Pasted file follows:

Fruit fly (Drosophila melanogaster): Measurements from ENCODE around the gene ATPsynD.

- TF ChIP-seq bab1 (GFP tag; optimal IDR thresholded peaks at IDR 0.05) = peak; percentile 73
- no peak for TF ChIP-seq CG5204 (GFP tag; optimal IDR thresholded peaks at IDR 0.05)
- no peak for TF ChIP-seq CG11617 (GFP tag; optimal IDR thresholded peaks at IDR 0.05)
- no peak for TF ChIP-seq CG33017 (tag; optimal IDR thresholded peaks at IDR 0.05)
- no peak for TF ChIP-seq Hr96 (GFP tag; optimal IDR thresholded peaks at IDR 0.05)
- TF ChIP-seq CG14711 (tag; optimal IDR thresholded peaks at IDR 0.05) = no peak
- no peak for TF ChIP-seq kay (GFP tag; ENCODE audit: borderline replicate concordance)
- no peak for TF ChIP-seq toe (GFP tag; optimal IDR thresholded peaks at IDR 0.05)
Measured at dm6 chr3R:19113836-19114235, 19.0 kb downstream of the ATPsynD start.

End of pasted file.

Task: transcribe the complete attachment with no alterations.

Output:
Fruit fly (Drosophila melanogaster): Measurements from ENCODE around the gene ATPsynD.

- TF ChIP-seq bab1 (GFP tag; optimal IDR thresholded peaks at IDR 0.05) = peak; percentile 73
- no peak for TF ChIP-seq CG5204 (GFP tag; optimal IDR thresholded peaks at IDR 0.05)
- no peak for TF ChIP-seq CG11617 (GFP tag; optimal IDR thresholded peaks at IDR 0.05)
- no peak for TF ChIP-seq CG33017 (tag; optimal IDR thresholded peaks at IDR 0.05)
- no peak for TF ChIP-seq Hr96 (GFP tag; optimal IDR thresholded peaks at IDR 0.05)
- TF ChIP-seq CG14711 (tag; optimal IDR thresholded peaks at IDR 0.05) = no peak
- no peak for TF ChIP-seq kay (GFP tag; ENCODE audit: borderline replicate concordance)
- no peak for TF ChIP-seq toe (GFP tag; optimal IDR thresholded peaks at IDR 0.05)
Measured at dm6 chr3R:19113836-19114235, 19.0 kb downstream of the ATPsynD start.